There are various ways to treat this distribution. It can be in the form of a dividend, the return of capital (the amount over earnings and profits - the shareholder must reduce his/her adjusted basis in the stock by this amount), and the capital gain which is the amount received in excess of shareholder’s basis.
It is important to notice that not all distributions are in money. Although most of them are in this form, there are other forms such as stock or other property.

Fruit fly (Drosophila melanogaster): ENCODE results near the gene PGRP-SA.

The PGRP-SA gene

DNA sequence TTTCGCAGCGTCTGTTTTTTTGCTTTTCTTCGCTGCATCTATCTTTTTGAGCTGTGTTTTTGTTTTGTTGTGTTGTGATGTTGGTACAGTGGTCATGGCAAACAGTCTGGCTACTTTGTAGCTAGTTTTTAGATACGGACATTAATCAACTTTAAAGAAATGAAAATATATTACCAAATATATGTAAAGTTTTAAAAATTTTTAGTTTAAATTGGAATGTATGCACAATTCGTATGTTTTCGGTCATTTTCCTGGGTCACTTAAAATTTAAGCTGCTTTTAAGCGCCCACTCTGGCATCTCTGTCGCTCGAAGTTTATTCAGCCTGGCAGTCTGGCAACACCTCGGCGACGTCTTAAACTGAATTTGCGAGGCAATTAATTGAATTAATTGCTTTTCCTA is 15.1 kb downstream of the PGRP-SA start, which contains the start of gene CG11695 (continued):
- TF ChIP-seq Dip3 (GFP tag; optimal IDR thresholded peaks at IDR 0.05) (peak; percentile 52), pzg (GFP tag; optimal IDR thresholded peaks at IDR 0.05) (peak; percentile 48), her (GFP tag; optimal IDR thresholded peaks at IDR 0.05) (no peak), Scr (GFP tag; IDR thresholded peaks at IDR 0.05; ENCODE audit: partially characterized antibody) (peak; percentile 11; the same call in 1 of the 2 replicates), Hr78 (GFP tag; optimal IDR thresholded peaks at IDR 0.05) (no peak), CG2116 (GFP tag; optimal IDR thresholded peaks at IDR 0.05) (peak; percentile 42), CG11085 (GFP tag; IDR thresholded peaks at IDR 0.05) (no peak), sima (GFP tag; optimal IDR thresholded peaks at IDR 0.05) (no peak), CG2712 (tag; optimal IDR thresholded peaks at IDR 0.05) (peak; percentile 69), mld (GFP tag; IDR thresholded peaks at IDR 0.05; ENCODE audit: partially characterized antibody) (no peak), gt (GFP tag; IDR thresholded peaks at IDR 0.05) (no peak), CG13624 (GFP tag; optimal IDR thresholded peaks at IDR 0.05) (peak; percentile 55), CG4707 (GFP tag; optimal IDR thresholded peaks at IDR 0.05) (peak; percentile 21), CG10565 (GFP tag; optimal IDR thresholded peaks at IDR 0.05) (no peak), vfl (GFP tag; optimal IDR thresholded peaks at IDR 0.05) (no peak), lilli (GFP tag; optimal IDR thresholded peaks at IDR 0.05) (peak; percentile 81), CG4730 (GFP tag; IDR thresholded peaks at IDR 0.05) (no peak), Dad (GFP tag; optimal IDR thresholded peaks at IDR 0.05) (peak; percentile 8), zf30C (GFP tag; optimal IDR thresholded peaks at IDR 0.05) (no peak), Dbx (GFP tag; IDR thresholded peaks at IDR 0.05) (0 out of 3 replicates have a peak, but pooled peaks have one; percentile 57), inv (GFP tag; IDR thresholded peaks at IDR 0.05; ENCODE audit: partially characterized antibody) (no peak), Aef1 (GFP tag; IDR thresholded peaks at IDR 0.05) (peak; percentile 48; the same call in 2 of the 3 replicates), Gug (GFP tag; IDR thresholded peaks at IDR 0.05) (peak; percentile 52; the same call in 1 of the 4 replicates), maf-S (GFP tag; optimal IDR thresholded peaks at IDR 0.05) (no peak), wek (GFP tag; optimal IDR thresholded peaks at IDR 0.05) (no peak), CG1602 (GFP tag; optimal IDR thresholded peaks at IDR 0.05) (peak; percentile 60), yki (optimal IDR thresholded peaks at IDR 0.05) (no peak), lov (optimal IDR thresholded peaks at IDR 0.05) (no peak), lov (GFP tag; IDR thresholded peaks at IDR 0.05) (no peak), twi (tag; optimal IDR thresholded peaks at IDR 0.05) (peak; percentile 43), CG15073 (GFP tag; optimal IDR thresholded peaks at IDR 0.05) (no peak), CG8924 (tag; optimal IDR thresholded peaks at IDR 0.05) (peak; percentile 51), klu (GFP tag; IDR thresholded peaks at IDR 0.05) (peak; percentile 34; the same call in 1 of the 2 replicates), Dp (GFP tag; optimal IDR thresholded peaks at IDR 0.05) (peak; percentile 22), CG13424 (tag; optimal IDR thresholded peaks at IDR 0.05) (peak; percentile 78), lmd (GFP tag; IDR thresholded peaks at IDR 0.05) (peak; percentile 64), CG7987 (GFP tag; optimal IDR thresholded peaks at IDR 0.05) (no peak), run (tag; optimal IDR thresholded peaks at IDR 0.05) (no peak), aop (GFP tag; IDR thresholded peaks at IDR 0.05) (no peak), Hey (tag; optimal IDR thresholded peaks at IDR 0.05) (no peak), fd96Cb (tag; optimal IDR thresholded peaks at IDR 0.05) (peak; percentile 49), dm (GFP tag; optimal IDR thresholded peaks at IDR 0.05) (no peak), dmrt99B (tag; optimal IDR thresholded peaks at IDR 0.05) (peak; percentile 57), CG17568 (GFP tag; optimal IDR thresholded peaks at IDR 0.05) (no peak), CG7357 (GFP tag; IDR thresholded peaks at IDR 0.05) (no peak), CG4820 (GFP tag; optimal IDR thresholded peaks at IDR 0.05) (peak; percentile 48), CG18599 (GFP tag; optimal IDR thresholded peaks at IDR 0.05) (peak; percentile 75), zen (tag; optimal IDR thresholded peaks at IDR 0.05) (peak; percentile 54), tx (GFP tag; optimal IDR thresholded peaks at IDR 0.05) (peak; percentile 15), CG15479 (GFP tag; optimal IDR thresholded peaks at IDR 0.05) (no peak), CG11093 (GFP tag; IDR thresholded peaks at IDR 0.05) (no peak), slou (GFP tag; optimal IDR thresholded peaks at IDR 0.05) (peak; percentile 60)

There are some instances such as below-market loans where a corporation gives a shareholder a loan on which either no interest is charged or it is charged below the applicable federal rate. In this case, the interest which was not charged can be treated as a distribution to the shareholder. Another example is if a corporation cancels a shareholder’s debt without repayment by the shareholder. A third example arises when a corporation rents property from a shareholder and the rent is higher than what one would charge to a stranger. The excess is then treated as a distribution. Also, if a corporation pays an employee who is also a shareholder a salary that is unreasonably high considering the services actually performed by the shareholder-employee, the excess may also be treated like a distribution.